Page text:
Recognise skills of experienced dispensers

Dr Phillip Koopowitz calls for clarity on training exemptions for experienced dispensers.

Last year, the dispensary services quality scheme (DSQS) launched in England and Wales. Like the GMS quality framework, it rewards dispensing practices when quality targets are achieved. The section on training sets out the requirements for unsupervised practice dispensing staff. Unfortunately, this has caused confusion about experienced dispensers.

As a result, some primary care organisations (PCOs) have not paid practices their DSQS payments if any of their experienced dispensers have not or are not undertaking training for an NVQ2 or equivalent qualification.

Acknowledged expertise

When the DSQS was being negotiated it was pointed out that, because pharmacy technicians were allowed 'grandparenting rights' when they joined the Pharmacy Technicians Register, experienced dispensers should have the same rights.

These grandparenting rights, as understood by the Dispensing Doctors' Association (DDA), would allow existing dispensers with more than 1,000 hours' experience to work unsupervised without having to undertake an NVQ2 equivalent. They would however require an annual assessment and certificate of competence signed by a dispensing doctor.

However, ambiguity in the interpretation of the scheme has caused some panic and there is a risk that some of these highly experienced dispensers will leave their job rather than being forced to jump through hoops to achieve qualifications.

Additionally, because the DSQS is an all-or-nothing payment, practices that fail to satisfy the PCO that their dispensing staff have suitable qualifications, risk missing out on payments that would have helped to offset recent pay freezes.

It also puts at risk the implementation of another part of the DSQS, the dispensing reviews of use of medicines. These reviews are greatly valued by patients in their management of medicines. They also help to reduce wastage in the practice by ensuring concordance and compliance. But, they increase dispenser time, and without the DSQS payment, many practices will not have the resources to continue them.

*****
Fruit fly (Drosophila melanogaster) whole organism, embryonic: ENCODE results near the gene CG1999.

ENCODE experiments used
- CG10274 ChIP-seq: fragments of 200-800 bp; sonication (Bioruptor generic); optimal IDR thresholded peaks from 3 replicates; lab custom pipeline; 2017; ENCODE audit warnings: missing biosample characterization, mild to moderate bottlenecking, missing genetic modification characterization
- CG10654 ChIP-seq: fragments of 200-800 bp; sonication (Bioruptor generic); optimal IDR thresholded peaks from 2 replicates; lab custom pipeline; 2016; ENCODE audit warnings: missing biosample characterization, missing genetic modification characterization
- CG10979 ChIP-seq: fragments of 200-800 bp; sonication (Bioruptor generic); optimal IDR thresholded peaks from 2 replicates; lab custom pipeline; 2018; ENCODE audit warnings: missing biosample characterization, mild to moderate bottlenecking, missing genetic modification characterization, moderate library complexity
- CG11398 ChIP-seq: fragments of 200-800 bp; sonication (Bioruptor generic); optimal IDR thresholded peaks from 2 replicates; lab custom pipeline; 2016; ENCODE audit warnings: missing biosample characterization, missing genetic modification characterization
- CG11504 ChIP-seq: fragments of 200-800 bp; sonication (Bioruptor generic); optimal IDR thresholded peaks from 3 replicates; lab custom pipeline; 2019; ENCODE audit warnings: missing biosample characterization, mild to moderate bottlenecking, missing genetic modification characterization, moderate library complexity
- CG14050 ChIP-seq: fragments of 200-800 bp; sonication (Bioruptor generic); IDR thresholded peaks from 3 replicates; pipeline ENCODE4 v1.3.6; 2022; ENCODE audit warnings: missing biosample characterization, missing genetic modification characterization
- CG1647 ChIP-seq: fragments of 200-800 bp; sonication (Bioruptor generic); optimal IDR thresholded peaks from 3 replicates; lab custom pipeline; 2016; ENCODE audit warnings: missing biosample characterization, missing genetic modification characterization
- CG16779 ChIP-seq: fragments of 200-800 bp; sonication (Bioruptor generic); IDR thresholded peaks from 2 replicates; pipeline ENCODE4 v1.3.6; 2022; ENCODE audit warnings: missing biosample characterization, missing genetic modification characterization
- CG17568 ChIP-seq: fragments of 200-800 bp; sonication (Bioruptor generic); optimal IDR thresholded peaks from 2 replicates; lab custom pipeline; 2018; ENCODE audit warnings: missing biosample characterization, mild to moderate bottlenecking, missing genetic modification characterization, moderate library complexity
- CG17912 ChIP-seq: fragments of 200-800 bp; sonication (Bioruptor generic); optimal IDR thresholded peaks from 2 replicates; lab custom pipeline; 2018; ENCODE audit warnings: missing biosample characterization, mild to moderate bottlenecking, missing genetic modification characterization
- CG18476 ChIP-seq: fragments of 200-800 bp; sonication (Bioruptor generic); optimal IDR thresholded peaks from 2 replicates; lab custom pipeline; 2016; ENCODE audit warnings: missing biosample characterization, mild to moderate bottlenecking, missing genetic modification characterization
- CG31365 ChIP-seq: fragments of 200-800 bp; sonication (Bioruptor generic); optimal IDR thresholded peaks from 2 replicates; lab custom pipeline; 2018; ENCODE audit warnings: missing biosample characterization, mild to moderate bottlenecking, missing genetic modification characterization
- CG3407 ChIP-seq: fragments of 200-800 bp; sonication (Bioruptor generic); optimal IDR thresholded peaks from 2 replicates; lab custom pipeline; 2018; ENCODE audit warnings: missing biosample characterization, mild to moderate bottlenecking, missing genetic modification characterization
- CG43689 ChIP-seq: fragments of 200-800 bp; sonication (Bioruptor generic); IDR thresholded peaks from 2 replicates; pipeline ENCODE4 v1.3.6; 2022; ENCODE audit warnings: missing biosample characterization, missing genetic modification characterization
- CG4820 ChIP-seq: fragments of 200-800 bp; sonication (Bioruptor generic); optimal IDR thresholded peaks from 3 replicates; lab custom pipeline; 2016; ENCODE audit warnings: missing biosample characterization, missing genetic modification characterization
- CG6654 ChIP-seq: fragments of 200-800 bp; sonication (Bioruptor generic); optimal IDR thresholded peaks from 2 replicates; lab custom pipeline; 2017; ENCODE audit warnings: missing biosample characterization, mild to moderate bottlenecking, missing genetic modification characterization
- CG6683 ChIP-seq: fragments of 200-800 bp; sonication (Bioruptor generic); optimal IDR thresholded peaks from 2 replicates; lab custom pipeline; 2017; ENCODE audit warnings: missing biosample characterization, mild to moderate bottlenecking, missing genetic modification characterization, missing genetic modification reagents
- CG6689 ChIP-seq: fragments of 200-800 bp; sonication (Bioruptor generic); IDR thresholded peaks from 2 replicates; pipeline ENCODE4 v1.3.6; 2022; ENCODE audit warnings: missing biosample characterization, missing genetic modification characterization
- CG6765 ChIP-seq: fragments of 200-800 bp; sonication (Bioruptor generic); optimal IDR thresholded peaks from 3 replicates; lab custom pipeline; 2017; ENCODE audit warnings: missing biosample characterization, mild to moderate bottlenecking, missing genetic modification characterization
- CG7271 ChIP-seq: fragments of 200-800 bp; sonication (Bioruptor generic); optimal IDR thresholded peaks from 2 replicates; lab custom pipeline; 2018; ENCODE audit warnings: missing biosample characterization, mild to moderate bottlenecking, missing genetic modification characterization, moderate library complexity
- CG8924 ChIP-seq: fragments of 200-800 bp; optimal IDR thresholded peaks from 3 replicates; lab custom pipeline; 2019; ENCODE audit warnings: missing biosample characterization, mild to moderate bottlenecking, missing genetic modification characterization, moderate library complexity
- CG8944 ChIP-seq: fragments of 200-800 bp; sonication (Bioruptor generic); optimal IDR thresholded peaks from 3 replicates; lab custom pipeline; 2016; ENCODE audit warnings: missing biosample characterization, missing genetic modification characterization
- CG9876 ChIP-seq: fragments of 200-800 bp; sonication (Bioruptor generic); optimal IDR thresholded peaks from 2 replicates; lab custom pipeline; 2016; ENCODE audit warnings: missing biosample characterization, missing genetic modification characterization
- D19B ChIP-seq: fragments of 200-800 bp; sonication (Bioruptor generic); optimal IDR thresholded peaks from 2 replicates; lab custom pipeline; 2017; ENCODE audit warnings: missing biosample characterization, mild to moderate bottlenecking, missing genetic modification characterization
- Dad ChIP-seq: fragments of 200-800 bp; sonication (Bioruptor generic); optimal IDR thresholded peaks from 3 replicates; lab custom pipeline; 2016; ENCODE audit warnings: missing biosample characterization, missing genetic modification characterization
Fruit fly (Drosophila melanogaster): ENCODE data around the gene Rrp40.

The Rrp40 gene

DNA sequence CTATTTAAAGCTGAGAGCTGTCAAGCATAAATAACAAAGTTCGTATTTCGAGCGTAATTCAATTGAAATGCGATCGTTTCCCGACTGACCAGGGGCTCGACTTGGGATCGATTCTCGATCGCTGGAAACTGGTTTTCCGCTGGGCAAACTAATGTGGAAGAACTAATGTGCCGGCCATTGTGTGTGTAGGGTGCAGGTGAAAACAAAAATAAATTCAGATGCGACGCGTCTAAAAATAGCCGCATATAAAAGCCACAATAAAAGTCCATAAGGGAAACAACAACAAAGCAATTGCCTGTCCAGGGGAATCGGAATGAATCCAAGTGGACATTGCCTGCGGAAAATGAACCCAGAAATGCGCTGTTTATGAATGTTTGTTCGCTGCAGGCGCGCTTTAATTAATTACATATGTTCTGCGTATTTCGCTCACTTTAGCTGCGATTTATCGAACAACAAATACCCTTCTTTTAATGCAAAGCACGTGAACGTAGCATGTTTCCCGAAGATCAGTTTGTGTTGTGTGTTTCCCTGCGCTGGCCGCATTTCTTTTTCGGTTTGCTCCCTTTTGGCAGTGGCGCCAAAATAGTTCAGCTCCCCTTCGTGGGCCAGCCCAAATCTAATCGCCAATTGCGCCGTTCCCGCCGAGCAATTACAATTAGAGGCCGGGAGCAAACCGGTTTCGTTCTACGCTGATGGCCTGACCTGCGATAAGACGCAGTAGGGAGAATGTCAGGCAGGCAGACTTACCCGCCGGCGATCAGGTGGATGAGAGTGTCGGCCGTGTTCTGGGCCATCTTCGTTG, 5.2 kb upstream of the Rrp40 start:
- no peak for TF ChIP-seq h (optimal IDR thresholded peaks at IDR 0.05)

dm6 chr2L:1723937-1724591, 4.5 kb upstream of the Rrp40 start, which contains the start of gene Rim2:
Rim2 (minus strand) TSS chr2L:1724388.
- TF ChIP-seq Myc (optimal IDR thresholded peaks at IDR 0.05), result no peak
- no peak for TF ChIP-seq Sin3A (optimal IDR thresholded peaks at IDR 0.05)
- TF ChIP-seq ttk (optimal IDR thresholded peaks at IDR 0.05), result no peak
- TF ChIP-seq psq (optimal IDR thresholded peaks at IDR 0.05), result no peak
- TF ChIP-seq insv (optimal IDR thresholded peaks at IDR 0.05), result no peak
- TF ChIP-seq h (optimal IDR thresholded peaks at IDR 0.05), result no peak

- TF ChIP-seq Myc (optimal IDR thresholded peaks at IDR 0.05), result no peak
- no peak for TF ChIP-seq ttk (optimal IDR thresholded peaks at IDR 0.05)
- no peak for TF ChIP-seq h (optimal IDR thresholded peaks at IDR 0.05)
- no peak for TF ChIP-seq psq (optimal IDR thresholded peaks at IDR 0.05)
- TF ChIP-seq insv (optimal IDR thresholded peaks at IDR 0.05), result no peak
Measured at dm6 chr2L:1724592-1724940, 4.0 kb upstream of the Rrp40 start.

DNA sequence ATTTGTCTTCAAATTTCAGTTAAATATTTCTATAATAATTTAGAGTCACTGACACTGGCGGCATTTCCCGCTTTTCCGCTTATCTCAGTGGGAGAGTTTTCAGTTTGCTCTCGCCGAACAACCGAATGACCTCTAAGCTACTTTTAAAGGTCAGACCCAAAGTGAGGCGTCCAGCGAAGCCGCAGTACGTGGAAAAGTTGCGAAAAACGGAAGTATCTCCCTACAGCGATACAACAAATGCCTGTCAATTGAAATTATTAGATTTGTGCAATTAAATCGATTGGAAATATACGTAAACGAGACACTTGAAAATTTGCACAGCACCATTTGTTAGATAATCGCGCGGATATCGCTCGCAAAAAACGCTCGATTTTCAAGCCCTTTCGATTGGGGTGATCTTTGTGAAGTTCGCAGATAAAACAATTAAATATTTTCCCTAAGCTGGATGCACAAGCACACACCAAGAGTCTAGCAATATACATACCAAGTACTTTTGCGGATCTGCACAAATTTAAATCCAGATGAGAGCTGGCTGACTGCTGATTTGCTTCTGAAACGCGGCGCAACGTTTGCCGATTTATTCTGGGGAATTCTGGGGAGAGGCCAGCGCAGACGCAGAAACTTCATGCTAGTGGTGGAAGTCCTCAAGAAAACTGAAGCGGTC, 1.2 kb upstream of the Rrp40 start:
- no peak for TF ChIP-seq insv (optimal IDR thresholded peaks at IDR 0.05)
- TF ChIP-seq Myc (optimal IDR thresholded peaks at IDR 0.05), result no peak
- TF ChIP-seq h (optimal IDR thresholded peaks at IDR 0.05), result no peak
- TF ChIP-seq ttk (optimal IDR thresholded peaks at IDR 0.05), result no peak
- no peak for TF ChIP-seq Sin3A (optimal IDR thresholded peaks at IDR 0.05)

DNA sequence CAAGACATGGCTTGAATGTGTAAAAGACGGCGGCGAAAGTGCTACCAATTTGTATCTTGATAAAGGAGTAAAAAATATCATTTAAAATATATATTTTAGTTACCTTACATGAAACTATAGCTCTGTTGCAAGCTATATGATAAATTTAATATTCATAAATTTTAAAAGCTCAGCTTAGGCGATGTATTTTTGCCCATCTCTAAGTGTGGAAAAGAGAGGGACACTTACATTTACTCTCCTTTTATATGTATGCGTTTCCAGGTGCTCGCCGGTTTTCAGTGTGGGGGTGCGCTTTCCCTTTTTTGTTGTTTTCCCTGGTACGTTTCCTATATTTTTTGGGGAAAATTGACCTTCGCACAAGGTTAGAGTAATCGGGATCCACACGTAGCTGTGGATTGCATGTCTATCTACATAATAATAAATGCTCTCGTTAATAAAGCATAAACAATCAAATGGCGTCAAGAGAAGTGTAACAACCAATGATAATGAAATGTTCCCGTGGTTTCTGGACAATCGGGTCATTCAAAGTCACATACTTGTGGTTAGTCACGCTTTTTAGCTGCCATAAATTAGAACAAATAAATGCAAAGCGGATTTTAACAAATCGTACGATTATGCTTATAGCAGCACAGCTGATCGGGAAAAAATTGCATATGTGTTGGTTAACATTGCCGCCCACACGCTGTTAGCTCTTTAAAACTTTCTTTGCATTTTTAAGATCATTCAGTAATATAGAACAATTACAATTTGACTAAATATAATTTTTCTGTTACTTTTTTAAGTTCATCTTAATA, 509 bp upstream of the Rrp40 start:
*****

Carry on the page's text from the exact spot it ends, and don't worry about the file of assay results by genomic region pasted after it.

Dispensing doctors risk losing valuable, experienced dispensers because of a misinterpretation of the regulations. I have been contacted by a number of dispensers, some of whom have been in dispensaries for up to 25 years, who are now considering early retirement because they feel that they are being discriminated against and have no wish to undertake an NVQ2. The equivalent for doctors would be the expectation that all GPs would have to take the MRCGP examination, regardless of having years of experience.

While dispenser training is essential, this can be fulfilled by the continuing professional development that dispensers undertake annually. It seems daft to make them go back to basic training.

Without experienced dispensers available to supervise trainee dispensers, we risk more dispensing practices not providing the DSQS and all its benefits in ensuring high-quality dispensing.

Dispensing doctors are caught between a rock and a hard place. They may be taken to an employment tribunal for insisting that their staff undertake non-statutory training or risk losing a substantial amount of money.

The DSQS and a dispensing register

DSQS - what is it worth?

The scheme rewards practices for providing high-quality services to their dispensing patients. Practices that achieve all the standards set by the scheme will receive £2.58 for each dispensing patient on their list.

DSQS payments withheld?

Those practices that have had their DSQS payments withheld because of dispenser training issues are being encouraged to challenge the decision via the NHS Litigation Authority. The DDA will provide advice and help to practices wishing to do this.

New Register of Dispensers

There is currently no nationally recognised register of dispensers. The DDA is setting up a voluntary Register of Dispensers from January 2008, that will recognise all dispensers, especially those with years of experience yet no formal qualification. The DDA hopes that in time PCTs will be able to use this to verify DSQS training requirements. Go to www.dispensingdoctor.org.uk.

- The DDA is the only organisation that ensures the views of dispensing practices are heard by the government and key negotiating bodies. We also provide telephone advice to members and essential updated information via our website, and email alerts. To find out more call Jeff Lee on (01751) 430835 or visit www.dispensingdoctor.org.uk

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